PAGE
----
The shape of your business – Use cases for a Demand plan

Supply Chain Demand plan

10 Supply Chain use cases for your Demand plan 

Your business aims are defined by your strategy. This defines your markets, product or service type and the methods to supply. Not forgetting the need to turn a profit.

But the shape of your business is not defined wholly by your strategy. External factors are just as important. Factors such as timing, competition, economy, disruption.

These define the demand for your products and services. So the shape of your business as a whole is defined by the demand that you are willing and able to supply. Everything else in your business is a response to this demand – your production facilities, warehousing, distribution, staffing and investment levels.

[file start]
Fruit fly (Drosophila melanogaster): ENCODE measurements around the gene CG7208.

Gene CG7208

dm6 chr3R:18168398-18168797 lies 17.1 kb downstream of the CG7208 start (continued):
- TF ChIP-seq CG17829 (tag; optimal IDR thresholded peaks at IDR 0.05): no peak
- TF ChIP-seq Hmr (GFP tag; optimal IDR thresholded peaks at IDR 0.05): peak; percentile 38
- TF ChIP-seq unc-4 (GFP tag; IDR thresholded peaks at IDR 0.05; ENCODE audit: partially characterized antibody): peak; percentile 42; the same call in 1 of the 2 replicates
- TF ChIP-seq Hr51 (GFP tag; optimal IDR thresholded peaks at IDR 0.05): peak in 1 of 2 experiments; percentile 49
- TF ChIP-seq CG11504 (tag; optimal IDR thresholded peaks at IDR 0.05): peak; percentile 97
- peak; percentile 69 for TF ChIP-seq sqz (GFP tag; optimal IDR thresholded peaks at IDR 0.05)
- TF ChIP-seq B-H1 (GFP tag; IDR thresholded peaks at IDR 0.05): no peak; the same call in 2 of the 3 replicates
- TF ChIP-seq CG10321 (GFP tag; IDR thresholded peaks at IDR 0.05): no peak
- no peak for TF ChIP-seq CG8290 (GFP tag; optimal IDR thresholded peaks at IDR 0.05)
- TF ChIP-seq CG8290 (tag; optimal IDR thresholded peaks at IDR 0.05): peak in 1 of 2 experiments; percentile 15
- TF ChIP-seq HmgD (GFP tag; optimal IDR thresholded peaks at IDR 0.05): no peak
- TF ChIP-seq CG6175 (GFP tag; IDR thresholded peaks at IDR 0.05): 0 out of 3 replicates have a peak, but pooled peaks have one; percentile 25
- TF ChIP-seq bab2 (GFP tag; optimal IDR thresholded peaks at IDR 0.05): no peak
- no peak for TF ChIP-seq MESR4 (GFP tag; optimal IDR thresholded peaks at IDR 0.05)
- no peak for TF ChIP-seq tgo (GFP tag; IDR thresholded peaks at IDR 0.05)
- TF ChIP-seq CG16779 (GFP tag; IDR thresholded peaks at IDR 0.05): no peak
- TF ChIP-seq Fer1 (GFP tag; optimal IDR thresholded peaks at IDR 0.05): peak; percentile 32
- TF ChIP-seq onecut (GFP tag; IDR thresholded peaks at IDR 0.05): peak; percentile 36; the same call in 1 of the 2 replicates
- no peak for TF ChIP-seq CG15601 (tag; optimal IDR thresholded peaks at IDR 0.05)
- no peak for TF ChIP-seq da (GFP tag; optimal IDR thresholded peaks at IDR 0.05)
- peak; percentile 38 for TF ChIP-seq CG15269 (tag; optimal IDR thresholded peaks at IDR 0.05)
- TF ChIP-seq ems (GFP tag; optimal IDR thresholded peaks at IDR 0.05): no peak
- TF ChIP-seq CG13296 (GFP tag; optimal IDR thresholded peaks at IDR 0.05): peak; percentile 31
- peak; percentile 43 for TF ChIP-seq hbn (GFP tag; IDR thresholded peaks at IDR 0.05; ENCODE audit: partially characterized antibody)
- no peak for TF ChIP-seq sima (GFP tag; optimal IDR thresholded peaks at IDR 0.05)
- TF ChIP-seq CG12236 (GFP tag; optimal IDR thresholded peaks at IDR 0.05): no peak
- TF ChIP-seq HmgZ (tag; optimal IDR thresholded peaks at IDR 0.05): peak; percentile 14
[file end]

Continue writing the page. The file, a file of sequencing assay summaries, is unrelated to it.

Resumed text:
Often the demand plan is just seen as an input into supply planning rather than the reason that planning exists. Sometimes it is not given the status it deserves. So, those who need to know the demand are sometimes given the task of creating the demand plan, but I digress….

Your demand plan shapes your business. The attention you pay to your demand plan will determine whether it is the right shape. 

Here are ten use cases that directly impact you:

1. Defines product lifecycles and drives master data accuracy

Your demand plan should include everything, Including opportunities. Not as some dummy coding, but as properly thought through master data. This is as important for a company with 10 product launches per year as it is for one that has 10,000. For a company that has only 10, each one represents 10% of your new business.